The changing natural world at our doorsteps | Illustration and text by Patterson Clark
October 19, 2010
Norway maple: The wrong tree
Not all fall hues in Washington are local color
In years past, as arborists hurried to replace the city's dying American elms, they often turned to exotic nonnative trees that possessed qualities that were -- at the time -- desirable.
The hardy, fast-growing Norway maple was a favorite choice. Miles of District streets are flanked with them. But their aggressive growing habits and prolific seeds have ruined their reputation: They are now considered an invasive plant.
"I'm constantly pulling these things out of my back yard," says Mark Buscaino, executive director of Casey Trees, a nonprofit organization that works to improve D.C.'s tree canopy.
"Their root mass is so tight that nothing will grow undeneath," says Buscaino. Cutting down the trees won't kill them, he explains: "They store so much starch in the roots that they'll
keep sending up sprouts for years."
That tight root mass can sometimes be the tree's undoing, says Casey Trees urban forestry manager David DiPietro. "If planted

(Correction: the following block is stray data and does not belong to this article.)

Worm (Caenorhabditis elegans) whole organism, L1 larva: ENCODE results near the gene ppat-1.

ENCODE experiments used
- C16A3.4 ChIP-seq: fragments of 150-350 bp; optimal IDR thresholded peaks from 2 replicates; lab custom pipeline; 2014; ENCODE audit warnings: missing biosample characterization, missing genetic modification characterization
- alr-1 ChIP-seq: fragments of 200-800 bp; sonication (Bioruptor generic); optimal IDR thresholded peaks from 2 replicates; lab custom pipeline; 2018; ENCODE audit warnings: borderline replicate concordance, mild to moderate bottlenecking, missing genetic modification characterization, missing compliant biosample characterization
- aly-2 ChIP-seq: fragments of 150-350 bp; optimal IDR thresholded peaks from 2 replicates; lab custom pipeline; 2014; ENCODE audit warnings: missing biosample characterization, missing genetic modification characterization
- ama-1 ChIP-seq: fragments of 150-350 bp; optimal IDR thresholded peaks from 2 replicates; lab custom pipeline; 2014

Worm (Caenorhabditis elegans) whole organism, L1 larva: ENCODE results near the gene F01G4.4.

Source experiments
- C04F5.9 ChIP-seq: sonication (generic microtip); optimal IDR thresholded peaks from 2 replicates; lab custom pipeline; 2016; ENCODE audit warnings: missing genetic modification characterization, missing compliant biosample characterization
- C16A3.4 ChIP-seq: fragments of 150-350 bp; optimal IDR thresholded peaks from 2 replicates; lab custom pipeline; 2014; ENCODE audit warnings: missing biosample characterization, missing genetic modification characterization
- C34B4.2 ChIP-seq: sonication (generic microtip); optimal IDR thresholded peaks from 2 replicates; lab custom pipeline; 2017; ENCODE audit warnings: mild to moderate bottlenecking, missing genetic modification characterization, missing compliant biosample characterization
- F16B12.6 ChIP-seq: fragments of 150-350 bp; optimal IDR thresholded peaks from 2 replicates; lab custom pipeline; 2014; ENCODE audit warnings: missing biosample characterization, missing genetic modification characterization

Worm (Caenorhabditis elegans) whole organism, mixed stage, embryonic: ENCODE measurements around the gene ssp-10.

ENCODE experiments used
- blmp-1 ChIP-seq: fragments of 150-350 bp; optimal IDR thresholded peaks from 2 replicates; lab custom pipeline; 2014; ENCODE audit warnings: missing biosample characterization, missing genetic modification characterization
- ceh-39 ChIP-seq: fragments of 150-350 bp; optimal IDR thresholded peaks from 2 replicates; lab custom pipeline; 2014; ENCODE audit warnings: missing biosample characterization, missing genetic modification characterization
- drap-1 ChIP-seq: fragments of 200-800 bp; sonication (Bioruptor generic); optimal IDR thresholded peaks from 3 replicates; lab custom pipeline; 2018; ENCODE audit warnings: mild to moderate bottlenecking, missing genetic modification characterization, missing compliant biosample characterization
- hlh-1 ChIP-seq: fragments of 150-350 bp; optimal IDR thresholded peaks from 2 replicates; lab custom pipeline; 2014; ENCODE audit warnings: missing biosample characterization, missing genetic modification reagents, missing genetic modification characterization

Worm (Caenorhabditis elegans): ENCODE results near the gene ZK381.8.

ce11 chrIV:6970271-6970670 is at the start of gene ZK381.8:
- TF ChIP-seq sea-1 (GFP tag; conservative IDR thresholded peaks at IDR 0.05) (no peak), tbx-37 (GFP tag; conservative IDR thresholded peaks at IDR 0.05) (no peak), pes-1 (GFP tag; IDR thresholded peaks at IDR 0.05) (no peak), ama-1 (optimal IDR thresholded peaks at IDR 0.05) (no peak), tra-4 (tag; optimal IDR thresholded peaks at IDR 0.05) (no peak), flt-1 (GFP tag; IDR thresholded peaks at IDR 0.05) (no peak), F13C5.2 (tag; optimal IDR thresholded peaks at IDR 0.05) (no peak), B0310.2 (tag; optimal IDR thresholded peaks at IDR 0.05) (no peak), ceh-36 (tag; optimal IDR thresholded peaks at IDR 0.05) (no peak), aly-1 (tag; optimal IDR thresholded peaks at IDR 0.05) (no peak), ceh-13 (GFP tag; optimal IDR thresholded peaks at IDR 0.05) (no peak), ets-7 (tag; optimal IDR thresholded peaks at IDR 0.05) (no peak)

in tight spots, the roots can encircle the trunk." This is called girdling, and it strangles the tree, cutting off the flow of starch from the leaves to the roots. The roots die, cutting off water to
Self-destruction isn't a problem for the tree when it escapes to open spaces. Rock Creek Park biologist Ken Ferebee often sees Norway maples at the edge of the park, where the seeds have blown in from nearby neighborhoods: The saplings "can grow pretty densely," he says. "In some areas, that's about the only thing there."
Sources: Casey Trees, Rock Creek Park, District Department of Transportation.
Map by M.K. Cannistra/The Washington Post.